IN seeming contradiction to his top Cabinet officials, US President Donald Trump said Wednesday that “talking is not the answer” when it comes to reining in North Korea and its expanding weapons programme.
This blanket statement was quickly contradicted, however, by Defence Secretary James Mattis who minutes later told reporters: “We’re never out of diplomatic solutions.”
Trump, who just last week said North Korean leader Kim Jong Un was “starting to respect” the United States, made his comments on Twitter:
“The US has been talking to North Korea, and paying them extortion money, for 25 years,” Trump wrote. “Talking is not the answer!”
The U.S. has been talking to North Korea, and paying them extortion money, for 25 years. Talking is not the answer!
— Donald J. Trump (@realDonaldTrump) August 30, 2017
Trump’s comments come a day after Pyongyang fired a ballistic missile over Japan that drew international condemnation and reignited the tough rhetoric toward reclusive, nuclear-armed and increasingly isolated North Korea.
State-run news agency claimed the launch was “the first step of the military operation of the KPA (Korean People’s Army) in the Pacific and a meaningful prelude to containing Guam,” reasserting threats made earlier in the month to strike the US territory, home to a large US military base.
When asked by reporters just hours after Trump’s tweet if the US was out of diplomatic solutions with North Korea amid the rising tensions, Mattis replied: “No.”
“We are never out of diplomatic solutions,” Mattis said before a meeting with his South Korean counterpart at the Pentagon. “We continue to work together, and the minister and I share a responsibility to provide for the protection of our nations, our populations and our interests.”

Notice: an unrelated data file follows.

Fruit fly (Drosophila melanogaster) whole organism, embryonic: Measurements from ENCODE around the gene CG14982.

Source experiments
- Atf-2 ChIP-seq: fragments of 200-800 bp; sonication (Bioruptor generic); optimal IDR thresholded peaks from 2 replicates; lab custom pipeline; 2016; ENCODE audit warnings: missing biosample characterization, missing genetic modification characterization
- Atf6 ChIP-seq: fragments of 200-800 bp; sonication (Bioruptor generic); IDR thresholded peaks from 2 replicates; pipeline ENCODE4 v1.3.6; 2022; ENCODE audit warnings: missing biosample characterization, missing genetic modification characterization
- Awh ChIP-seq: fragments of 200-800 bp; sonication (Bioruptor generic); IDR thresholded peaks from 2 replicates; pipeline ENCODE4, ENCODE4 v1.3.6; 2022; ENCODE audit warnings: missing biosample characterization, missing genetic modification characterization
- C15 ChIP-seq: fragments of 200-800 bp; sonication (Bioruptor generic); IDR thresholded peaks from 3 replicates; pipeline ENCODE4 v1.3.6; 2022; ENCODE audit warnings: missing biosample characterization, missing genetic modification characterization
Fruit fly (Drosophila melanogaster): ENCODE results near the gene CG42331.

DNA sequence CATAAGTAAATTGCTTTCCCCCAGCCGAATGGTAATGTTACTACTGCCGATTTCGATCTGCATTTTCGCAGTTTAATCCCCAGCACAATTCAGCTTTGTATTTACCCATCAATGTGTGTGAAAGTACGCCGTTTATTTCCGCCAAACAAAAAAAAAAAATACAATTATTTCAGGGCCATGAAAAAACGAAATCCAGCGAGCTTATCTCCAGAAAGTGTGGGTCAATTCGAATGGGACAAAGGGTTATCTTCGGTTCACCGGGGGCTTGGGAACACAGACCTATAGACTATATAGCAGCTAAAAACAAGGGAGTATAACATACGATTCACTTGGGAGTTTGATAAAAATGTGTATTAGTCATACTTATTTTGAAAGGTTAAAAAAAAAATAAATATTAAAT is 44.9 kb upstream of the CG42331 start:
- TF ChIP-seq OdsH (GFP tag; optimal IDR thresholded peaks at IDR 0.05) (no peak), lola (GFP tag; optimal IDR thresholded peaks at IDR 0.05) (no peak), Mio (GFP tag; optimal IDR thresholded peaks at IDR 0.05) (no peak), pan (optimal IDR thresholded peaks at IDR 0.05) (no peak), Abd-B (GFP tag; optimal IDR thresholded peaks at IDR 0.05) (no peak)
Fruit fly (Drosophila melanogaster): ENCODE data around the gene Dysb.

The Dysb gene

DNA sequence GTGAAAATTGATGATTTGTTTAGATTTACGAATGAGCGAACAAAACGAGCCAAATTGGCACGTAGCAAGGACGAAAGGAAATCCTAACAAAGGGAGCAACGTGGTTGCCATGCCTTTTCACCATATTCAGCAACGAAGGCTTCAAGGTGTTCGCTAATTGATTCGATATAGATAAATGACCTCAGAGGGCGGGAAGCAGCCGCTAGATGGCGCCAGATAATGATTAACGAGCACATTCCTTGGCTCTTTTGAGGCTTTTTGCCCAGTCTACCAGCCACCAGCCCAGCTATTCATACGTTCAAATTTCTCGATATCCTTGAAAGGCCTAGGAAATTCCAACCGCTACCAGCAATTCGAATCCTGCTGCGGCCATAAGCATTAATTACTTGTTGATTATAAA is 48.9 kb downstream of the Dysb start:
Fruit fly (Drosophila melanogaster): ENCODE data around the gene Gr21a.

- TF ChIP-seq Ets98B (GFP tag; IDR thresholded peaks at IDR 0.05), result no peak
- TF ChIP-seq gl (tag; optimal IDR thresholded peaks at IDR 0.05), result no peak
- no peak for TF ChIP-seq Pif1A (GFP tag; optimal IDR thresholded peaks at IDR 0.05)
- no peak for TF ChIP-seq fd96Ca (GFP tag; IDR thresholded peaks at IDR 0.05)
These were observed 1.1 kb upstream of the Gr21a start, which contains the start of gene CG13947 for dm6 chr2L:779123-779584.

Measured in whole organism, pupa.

Such sharply conflicting statements have become a norm for the Trump administration, but it is unclear how they are being read by the regime in Pyongyang and US allies in the region.
In early August, the president spoke of “fire and fury” if North Korea so much as threatened the US – which it promptly did.
As Trump was threatening the regime, Secretary of State Rex Tillerson was continuing a message of “peaceful pressure” aimed at systematically cutting off Pyongyang’s sources of financial and diplomatic support.
Just days after Trump’s threat to the North, both Mattis and Tillerson wrote a Wall Street Journal commentary assuring Pyongyang “the US has no interest in regime change or accelerated reunification of Korea.”
Sec. of Defense Mattis and Sec. of State Tillerson in the Wall Street Journal: “We’re Holding Pyongyang to Account” https://t.co/yrCjp3Lic7
— The White House (@WhiteHouse) August 14, 2017
While some experts hint that the conflicting messages coming from the White House may be part of US strategy to increase pressure on North Korea, one former US official told CNN the administration’s signals are too incoherent for that to be likely.
“The idea that this is part of a ‘good cop, bad cop’ strategy seems to be an attempt to excuse the reality that the Trump administration is in chaos when it comes to North Korea,” said Abraham Denmark, a former assistant secretary of defense for East Asia.
“If the President has made up his mind against talks with North Korea, that should be the end of the conversation,” Denmark said. “This dramatically undercuts the State Department – any offer of talks to North Korea has zero credibility if the president is not on board.”
The UN Security Council on Tuesday condemned North Korea’s latest missile launch as “outrageous,” and demanded Pyongyang halt its weapons programme but the US-drafted statement did not threaten new sanctions.
In response to the launch, the US military conducted a “complex missile defense flight test” off Hawaii early on Wednesday, resulting in the intercept of a medium-range ballistic missile target, according to the Pentagon’s Missile Defense Agency.
Additional reporting by Reuters